Birds suddenly flew into the temple!

Perhaps the old gods are still alive. We just have to look for them in unexpected places now.

Two Beaches

A cruise stop in Sint Maarten led me to googling where to go. A 15 minute walk to Phillipsburg, a 30 minute $3 bus ride later, we were in Mullet Bay. The water was crystal blue, the sand soft and white. It had sprinkled a little in the morning, but it was soon gone.

We spent hours lounging in the sea while the baggage spent time lounging on our $15 loungers (2 of them) under the umbrella. (Note: someone paid $10 for the same set up, but that was because they were only staying 1 hour 45 minutes. )

The tours started coming in after 30 minutes of almost no one there. Catamaran, sailboat, water taxi, yacht… buses… but nonetheless, the water was clear, beautiful and warm. And the people we encountered (since I had to ask where we can take the bus to Mullet Bay) were quite nice on the Dutch side. We never made it to the French side.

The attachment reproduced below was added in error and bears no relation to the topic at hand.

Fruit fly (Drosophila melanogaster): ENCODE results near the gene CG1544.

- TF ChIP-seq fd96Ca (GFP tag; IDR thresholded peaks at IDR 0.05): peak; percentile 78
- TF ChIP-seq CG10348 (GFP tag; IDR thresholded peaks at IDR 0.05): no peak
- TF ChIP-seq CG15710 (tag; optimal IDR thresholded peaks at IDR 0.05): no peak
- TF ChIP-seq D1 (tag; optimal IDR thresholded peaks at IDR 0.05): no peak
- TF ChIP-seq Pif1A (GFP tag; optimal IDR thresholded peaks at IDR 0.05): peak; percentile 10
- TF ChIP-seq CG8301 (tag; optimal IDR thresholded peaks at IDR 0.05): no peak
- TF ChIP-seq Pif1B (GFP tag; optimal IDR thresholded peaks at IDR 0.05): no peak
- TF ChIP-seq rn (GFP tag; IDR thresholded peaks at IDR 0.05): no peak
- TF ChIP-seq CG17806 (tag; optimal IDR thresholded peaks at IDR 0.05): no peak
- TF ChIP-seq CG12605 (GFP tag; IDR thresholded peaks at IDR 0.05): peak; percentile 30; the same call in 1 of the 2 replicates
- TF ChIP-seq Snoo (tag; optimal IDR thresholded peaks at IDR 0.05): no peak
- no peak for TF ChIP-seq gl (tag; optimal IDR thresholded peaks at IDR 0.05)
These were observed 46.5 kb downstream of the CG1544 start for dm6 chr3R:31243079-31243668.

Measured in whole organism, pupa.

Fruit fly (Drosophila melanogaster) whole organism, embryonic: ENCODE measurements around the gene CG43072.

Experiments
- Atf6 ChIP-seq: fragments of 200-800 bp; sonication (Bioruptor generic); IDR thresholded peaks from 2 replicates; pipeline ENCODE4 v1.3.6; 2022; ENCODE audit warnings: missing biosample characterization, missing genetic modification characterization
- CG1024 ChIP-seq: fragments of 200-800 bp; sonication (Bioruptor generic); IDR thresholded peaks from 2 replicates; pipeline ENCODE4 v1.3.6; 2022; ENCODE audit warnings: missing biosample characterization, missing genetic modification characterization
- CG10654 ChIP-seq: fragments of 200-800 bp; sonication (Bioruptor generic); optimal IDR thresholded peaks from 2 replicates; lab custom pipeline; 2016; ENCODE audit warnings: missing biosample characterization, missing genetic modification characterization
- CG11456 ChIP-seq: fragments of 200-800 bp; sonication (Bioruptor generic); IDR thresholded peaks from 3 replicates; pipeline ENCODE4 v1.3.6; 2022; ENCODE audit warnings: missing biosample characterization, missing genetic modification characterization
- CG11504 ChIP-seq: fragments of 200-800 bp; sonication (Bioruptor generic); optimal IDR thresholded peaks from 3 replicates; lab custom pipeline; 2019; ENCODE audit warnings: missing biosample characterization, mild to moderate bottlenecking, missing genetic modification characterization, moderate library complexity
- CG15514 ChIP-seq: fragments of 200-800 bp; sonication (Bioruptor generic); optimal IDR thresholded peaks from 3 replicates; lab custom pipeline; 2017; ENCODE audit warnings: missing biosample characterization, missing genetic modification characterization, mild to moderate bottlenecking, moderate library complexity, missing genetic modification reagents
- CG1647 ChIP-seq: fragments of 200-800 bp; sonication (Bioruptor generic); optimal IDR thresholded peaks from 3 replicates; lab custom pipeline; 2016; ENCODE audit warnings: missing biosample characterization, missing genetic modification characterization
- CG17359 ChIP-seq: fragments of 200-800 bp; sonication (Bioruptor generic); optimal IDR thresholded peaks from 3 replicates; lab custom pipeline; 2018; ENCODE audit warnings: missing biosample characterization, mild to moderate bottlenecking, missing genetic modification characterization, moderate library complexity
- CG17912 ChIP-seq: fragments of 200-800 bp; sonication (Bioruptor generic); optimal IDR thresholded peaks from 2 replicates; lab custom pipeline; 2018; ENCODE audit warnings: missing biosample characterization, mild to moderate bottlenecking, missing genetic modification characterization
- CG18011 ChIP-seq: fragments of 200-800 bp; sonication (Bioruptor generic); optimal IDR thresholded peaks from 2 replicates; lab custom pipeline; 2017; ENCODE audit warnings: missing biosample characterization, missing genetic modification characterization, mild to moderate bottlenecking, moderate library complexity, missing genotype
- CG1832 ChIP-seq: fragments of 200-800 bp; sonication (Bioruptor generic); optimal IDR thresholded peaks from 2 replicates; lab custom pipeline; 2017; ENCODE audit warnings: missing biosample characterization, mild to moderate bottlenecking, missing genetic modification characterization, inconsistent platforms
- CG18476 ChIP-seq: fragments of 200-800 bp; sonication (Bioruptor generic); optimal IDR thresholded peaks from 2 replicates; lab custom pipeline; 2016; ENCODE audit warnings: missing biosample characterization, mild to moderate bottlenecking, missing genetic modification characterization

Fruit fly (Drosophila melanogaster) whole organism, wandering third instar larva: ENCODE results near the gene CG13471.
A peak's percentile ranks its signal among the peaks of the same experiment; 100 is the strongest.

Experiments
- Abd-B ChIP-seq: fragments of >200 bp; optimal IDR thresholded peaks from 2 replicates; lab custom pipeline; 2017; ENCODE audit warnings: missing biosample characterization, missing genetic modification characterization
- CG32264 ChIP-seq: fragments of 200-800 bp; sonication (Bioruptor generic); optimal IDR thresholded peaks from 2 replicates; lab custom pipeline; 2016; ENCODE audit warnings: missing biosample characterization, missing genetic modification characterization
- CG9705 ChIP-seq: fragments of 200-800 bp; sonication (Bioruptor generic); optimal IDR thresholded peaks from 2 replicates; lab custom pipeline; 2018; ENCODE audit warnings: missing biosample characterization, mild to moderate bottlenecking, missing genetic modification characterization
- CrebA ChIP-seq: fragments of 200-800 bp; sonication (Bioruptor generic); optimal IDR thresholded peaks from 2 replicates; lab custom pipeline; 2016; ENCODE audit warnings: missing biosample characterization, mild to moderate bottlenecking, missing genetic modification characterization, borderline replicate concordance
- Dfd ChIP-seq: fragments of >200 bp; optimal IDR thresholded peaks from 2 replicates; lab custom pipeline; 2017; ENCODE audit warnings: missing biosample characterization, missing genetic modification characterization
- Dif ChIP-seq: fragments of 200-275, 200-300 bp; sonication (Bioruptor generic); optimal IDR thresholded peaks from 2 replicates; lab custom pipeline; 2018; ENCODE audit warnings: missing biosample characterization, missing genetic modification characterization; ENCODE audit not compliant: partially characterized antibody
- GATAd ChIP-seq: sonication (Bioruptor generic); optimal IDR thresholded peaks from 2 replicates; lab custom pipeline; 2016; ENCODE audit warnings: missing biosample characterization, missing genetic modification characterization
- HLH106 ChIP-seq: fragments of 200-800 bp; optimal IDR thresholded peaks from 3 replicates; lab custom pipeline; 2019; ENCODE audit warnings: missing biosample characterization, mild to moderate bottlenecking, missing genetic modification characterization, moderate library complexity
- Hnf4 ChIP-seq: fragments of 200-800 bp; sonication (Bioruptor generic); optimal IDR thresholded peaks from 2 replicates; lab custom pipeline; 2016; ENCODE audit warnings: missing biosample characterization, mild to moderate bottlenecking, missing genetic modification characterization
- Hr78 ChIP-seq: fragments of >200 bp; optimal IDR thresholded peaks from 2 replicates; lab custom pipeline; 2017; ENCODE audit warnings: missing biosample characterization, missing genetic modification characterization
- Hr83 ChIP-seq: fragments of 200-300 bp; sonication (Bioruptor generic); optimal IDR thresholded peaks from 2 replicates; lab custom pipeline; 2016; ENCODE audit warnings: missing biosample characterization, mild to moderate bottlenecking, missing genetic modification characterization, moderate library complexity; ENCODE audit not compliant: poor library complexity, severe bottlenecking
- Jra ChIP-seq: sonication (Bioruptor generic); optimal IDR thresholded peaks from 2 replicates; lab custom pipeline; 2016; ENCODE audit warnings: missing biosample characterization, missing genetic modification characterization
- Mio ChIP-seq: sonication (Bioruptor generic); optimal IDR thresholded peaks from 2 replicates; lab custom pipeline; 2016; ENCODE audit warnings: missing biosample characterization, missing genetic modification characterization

However, 15 minutes away…(yes! We walked it!) is the famous Maho Beach. Here is what I saw under a grass shack lunch place…

There were bodies on every inch of sand. It was crowded and noisy. But if you like that, hey! This is your place.

We ate at Driftwood, that’s that grass hut shanty bar.

The wings were delicious. The iced tea was a cold Arizona tea. Couldn’t believe I drank it all! Needed the sugar, I suppose. The wings were bbq wings. They had just a tad bit of heat. It was enough for me. Thank God I didn’t order the spicy. Whew! We were sweating already from the heat. The wings made us sweat more.

We took a $4 per person ride back to the cruise ship terminal. Some didn’t want to pay the extra $2 so they got off at Front Street in Phillipsburg. They were in for a hot 20 to 30 minute walk. My darling SO was too tired. Yes!